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J Womens Health (Larchmt). 2009 Dec;18(12):1905-17. doi: 10.1089/jwh.2009.1571.

Public health interventions for arthritis: expanding the toolbox of evidence-based interventions.

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  • 1Arthritis Program, Centers for Disease Control and Prevention, Atlanta, GA 30341, USA.



Since 1999, the Centers for Disease Control and Prevention's (CDC) Arthritis Program has worked to improve the quality of life for people with arthritis, in part by funding state health departments to disseminate physical activity (PA) and self-management education (SME) interventions. Initially, only one SME and two PA interventions were considered evidence-based and appropriate for people with arthritis. The purposes of this article are to describe the processes and criteria used to screen new or existing intervention programs and report the results of that screening, including an updated list of recommended intervention programs.


A series of three sets of screening criteria was created in consultation with subject matter experts: arthritis appropriateness, adequacy of the evidence base, and implementability as a public health intervention. Screening interventions were categorized as Recommended, Promising Practices, Watch List, Future Possibility, or Unlikely to Meet criteria based on how well the intervention met the screening criteria.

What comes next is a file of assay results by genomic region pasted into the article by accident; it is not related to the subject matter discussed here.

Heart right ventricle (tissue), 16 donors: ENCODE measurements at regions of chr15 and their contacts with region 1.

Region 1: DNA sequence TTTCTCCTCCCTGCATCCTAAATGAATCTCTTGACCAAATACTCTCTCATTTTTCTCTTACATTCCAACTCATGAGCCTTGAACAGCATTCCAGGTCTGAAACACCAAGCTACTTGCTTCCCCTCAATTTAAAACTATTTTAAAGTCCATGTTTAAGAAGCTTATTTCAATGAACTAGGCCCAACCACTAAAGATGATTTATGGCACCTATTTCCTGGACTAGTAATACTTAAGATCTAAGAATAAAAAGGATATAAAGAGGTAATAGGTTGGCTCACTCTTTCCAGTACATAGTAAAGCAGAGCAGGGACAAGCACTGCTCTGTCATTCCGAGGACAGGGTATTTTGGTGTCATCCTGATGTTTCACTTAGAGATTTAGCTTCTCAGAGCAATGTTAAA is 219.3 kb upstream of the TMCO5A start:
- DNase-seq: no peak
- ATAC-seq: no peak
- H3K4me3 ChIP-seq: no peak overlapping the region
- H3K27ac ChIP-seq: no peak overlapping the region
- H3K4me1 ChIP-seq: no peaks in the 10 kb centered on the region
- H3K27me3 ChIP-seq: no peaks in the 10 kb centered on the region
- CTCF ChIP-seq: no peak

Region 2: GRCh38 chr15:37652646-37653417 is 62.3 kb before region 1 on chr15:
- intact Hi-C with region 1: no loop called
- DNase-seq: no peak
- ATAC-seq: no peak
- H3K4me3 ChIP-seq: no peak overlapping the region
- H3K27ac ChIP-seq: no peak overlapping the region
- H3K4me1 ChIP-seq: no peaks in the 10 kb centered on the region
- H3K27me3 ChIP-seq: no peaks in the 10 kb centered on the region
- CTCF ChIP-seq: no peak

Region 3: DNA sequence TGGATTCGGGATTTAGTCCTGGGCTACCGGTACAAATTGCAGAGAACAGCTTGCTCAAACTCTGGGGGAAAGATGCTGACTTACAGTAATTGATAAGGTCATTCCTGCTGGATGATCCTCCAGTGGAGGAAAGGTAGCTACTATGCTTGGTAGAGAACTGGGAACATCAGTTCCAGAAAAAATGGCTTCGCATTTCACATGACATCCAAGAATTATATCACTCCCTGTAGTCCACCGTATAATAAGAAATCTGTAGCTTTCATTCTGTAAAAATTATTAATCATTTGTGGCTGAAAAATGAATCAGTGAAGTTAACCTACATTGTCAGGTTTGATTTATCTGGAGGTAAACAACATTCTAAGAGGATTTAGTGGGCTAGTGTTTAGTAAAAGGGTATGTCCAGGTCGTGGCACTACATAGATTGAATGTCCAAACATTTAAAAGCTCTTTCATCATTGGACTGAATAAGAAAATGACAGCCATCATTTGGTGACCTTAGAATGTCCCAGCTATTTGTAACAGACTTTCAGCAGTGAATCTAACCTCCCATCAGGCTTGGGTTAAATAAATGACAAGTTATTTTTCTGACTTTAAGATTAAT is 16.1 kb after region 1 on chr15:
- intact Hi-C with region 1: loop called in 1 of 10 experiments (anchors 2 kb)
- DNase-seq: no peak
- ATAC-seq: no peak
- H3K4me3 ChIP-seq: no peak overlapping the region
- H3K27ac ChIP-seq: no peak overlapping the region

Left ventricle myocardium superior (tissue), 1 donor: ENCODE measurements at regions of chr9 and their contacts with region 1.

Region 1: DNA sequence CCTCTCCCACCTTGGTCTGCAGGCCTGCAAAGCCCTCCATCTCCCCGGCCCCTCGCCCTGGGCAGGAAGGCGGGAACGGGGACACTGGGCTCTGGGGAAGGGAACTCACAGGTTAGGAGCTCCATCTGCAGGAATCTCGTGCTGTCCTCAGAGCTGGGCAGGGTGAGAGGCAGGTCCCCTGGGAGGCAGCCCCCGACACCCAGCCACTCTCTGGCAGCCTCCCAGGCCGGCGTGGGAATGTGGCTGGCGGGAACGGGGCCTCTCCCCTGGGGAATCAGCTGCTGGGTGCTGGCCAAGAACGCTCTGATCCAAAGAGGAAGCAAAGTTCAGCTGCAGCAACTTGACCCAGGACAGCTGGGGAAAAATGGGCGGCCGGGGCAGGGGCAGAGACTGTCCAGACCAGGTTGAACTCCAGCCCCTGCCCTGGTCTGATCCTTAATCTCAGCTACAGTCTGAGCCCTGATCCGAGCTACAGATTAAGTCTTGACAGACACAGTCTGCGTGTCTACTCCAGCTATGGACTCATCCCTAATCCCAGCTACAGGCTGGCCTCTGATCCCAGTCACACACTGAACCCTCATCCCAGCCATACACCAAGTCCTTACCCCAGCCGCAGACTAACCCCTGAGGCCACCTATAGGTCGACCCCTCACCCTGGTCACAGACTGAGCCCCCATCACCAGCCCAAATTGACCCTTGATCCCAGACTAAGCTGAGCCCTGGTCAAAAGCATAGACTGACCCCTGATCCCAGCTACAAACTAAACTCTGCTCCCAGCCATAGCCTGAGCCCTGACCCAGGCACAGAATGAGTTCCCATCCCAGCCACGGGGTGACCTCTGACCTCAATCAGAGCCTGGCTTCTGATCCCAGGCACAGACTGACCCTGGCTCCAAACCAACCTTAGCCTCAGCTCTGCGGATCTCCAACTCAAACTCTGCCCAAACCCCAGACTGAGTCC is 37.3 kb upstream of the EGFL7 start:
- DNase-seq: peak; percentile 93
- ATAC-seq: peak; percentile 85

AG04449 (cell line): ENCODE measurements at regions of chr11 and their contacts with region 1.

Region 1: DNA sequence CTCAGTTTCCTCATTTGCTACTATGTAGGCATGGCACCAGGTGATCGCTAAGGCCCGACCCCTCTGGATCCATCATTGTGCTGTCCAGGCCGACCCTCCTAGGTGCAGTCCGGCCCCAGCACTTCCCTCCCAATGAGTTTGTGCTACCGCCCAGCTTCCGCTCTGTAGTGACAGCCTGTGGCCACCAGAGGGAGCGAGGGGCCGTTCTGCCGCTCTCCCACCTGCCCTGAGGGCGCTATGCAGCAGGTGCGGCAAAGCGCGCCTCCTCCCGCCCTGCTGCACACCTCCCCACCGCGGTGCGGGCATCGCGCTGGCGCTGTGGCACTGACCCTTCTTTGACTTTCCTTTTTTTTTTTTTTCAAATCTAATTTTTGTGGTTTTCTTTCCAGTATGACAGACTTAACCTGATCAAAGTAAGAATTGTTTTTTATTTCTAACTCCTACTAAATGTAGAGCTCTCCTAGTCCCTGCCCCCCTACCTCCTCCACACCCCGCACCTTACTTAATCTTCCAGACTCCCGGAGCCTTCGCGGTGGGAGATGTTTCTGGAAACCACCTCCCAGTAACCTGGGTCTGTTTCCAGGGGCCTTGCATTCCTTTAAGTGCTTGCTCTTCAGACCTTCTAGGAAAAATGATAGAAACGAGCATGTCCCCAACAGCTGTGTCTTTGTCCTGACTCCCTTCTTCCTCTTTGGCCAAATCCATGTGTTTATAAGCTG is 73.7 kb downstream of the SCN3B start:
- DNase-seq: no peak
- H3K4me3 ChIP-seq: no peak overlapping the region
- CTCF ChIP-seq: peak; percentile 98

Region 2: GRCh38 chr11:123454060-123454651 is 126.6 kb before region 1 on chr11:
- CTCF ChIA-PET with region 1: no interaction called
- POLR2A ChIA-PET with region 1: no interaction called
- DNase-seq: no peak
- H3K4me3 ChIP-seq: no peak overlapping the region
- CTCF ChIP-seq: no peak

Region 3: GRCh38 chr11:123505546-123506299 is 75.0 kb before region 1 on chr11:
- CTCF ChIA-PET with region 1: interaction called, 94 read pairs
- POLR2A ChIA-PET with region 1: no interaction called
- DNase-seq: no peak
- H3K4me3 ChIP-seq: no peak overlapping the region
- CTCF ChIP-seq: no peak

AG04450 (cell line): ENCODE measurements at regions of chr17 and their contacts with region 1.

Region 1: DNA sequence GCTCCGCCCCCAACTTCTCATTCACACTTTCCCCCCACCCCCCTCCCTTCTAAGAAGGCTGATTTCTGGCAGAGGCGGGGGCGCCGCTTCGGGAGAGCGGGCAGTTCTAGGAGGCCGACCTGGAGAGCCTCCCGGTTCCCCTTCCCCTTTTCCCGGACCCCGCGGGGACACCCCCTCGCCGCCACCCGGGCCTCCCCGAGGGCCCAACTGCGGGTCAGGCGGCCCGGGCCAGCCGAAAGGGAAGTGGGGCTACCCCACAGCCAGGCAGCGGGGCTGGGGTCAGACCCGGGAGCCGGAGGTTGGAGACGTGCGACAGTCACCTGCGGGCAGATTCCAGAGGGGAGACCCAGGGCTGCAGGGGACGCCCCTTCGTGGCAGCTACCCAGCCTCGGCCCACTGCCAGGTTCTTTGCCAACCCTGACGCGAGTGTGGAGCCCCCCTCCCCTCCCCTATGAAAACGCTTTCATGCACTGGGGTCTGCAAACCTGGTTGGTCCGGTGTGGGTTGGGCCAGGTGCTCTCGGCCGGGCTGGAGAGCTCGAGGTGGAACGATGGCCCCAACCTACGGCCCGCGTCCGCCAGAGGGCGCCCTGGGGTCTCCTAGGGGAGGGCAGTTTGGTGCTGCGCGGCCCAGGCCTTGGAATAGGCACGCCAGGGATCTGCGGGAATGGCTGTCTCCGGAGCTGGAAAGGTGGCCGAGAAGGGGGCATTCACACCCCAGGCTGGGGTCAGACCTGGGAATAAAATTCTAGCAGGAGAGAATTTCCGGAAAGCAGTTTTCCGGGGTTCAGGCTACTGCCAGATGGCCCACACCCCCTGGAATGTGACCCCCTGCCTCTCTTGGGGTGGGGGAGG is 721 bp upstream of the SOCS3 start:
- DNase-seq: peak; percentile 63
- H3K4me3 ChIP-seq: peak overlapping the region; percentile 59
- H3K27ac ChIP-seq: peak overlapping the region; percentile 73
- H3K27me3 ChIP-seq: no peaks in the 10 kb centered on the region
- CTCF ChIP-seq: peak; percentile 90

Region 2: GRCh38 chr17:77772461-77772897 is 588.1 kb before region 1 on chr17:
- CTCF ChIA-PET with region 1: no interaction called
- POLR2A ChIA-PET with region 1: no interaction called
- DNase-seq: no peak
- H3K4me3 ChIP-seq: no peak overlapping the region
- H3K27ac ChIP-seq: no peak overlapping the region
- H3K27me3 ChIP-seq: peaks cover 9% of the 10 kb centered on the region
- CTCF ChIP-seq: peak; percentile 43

A total of 15 packaged PA interventions and six SME interventions were screened. Three PA and three SME interventions met all three sets of criteria and were added to the list of recommended public health interventions for use by CDC-funded state arthritis programs. An additional two SME interventions are developing the infrastructure for public health dissemination and were categorized as Promising Practices, and six PA interventions have evaluations underway and are on the Watch List.


The CDC Arthritis Program identified arthritis-appropriate interventions that can be used effectively and efficiently in public health settings to improve the quality of life of people with arthritis. The screening criteria used offer a guide to intervention developers on necessary characteristics of interventions for use in public health settings. The expanded menu of interventions is beneficial to clinical care and public health professionals and, ultimately, to people with arthritis.

[PubMed - indexed for MEDLINE]
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